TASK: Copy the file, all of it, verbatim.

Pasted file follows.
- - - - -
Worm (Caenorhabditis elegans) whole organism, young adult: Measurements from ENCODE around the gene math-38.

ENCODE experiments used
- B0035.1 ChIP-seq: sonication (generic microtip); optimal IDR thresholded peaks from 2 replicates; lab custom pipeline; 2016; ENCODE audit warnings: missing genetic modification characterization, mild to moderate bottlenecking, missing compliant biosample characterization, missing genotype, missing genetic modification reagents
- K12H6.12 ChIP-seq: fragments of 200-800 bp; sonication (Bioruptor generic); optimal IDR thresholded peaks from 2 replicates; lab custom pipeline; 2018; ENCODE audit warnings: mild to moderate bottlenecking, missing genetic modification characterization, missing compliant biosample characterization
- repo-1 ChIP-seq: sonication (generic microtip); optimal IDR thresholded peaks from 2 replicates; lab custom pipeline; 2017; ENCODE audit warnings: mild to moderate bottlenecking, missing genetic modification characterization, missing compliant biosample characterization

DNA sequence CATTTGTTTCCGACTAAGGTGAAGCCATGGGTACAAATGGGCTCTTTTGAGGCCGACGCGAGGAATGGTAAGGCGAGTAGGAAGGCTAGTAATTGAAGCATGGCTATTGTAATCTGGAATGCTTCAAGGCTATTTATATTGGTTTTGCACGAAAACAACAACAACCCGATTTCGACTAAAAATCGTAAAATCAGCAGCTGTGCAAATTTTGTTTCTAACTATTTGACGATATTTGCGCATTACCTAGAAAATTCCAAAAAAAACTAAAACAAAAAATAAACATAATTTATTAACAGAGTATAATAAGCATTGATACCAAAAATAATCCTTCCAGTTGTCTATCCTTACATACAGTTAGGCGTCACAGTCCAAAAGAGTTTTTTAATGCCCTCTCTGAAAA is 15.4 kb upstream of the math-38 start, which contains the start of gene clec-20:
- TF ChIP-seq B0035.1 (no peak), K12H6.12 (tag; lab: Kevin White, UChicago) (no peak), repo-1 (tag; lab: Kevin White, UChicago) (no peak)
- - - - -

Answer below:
Worm (Caenorhabditis elegans) whole organism, young adult: Measurements from ENCODE around the gene math-38.

ENCODE experiments used
- B0035.1 ChIP-seq: sonication (generic microtip); optimal IDR thresholded peaks from 2 replicates; lab custom pipeline; 2016; ENCODE audit warnings: missing genetic modification characterization, mild to moderate bottlenecking, missing compliant biosample characterization, missing genotype, missing genetic modification reagents
- K12H6.12 ChIP-seq: fragments of 200-800 bp; sonication (Bioruptor generic); optimal IDR thresholded peaks from 2 replicates; lab custom pipeline; 2018; ENCODE audit warnings: mild to moderate bottlenecking, missing genetic modification characterization, missing compliant biosample characterization
- repo-1 ChIP-seq: sonication (generic microtip); optimal IDR thresholded peaks from 2 replicates; lab custom pipeline; 2017; ENCODE audit warnings: mild to moderate bottlenecking, missing genetic modification characterization, missing compliant biosample characterization

DNA sequence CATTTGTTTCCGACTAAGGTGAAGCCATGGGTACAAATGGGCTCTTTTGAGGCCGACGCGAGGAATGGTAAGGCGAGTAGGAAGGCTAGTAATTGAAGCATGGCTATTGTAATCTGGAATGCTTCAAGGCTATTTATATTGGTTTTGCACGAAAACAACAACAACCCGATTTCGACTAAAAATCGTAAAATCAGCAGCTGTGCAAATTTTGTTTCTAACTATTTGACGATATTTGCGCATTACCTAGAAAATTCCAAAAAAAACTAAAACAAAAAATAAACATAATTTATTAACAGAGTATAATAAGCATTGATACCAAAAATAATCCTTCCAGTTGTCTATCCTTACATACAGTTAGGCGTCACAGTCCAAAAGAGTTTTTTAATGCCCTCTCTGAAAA is 15.4 kb upstream of the math-38 start, which contains the start of gene clec-20:
- TF ChIP-seq B0035.1 (no peak), K12H6.12 (tag; lab: Kevin White, UChicago) (no peak), repo-1 (tag; lab: Kevin White, UChicago) (no peak)